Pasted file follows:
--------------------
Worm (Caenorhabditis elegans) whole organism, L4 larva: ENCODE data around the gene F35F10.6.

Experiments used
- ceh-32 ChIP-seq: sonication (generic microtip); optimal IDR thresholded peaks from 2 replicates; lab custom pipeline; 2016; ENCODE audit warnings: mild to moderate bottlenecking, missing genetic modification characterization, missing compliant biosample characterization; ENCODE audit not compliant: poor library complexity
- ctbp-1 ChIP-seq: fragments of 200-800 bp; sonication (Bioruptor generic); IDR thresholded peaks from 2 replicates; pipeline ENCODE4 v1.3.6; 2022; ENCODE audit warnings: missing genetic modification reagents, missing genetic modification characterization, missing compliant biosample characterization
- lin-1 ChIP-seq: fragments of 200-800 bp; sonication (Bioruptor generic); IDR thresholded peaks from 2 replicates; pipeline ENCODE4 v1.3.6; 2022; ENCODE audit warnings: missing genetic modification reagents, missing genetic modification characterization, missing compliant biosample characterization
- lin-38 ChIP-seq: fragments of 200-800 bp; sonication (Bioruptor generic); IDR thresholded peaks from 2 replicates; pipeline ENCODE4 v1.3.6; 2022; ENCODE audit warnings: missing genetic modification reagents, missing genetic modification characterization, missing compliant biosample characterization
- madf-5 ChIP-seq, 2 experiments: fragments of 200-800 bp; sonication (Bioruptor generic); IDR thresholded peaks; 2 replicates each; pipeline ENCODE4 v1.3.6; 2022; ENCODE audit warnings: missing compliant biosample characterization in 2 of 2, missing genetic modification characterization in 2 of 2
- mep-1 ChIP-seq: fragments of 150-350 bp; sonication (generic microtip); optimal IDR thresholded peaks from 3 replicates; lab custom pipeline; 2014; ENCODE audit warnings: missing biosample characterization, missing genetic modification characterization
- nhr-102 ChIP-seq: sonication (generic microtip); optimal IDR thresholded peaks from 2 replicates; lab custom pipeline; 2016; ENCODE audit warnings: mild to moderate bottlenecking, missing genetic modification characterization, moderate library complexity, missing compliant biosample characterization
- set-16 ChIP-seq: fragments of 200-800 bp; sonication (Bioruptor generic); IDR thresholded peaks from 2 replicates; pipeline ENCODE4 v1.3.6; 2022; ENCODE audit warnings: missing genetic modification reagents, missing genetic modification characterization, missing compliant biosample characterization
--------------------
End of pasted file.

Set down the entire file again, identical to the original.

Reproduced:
Worm (Caenorhabditis elegans) whole organism, L4 larva: ENCODE data around the gene F35F10.6.

Experiments used
- ceh-32 ChIP-seq: sonication (generic microtip); optimal IDR thresholded peaks from 2 replicates; lab custom pipeline; 2016; ENCODE audit warnings: mild to moderate bottlenecking, missing genetic modification characterization, missing compliant biosample characterization; ENCODE audit not compliant: poor library complexity
- ctbp-1 ChIP-seq: fragments of 200-800 bp; sonication (Bioruptor generic); IDR thresholded peaks from 2 replicates; pipeline ENCODE4 v1.3.6; 2022; ENCODE audit warnings: missing genetic modification reagents, missing genetic modification characterization, missing compliant biosample characterization
- lin-1 ChIP-seq: fragments of 200-800 bp; sonication (Bioruptor generic); IDR thresholded peaks from 2 replicates; pipeline ENCODE4 v1.3.6; 2022; ENCODE audit warnings: missing genetic modification reagents, missing genetic modification characterization, missing compliant biosample characterization
- lin-38 ChIP-seq: fragments of 200-800 bp; sonication (Bioruptor generic); IDR thresholded peaks from 2 replicates; pipeline ENCODE4 v1.3.6; 2022; ENCODE audit warnings: missing genetic modification reagents, missing genetic modification characterization, missing compliant biosample characterization
- madf-5 ChIP-seq, 2 experiments: fragments of 200-800 bp; sonication (Bioruptor generic); IDR thresholded peaks; 2 replicates each; pipeline ENCODE4 v1.3.6; 2022; ENCODE audit warnings: missing compliant biosample characterization in 2 of 2, missing genetic modification characterization in 2 of 2
- mep-1 ChIP-seq: fragments of 150-350 bp; sonication (generic microtip); optimal IDR thresholded peaks from 3 replicates; lab custom pipeline; 2014; ENCODE audit warnings: missing biosample characterization, missing genetic modification characterization
- nhr-102 ChIP-seq: sonication (generic microtip); optimal IDR thresholded peaks from 2 replicates; lab custom pipeline; 2016; ENCODE audit warnings: mild to moderate bottlenecking, missing genetic modification characterization, moderate library complexity, missing compliant biosample characterization
- set-16 ChIP-seq: fragments of 200-800 bp; sonication (Bioruptor generic); IDR thresholded peaks from 2 replicates; pipeline ENCODE4 v1.3.6; 2022; ENCODE audit warnings: missing genetic modification reagents, missing genetic modification characterization, missing compliant biosample characterization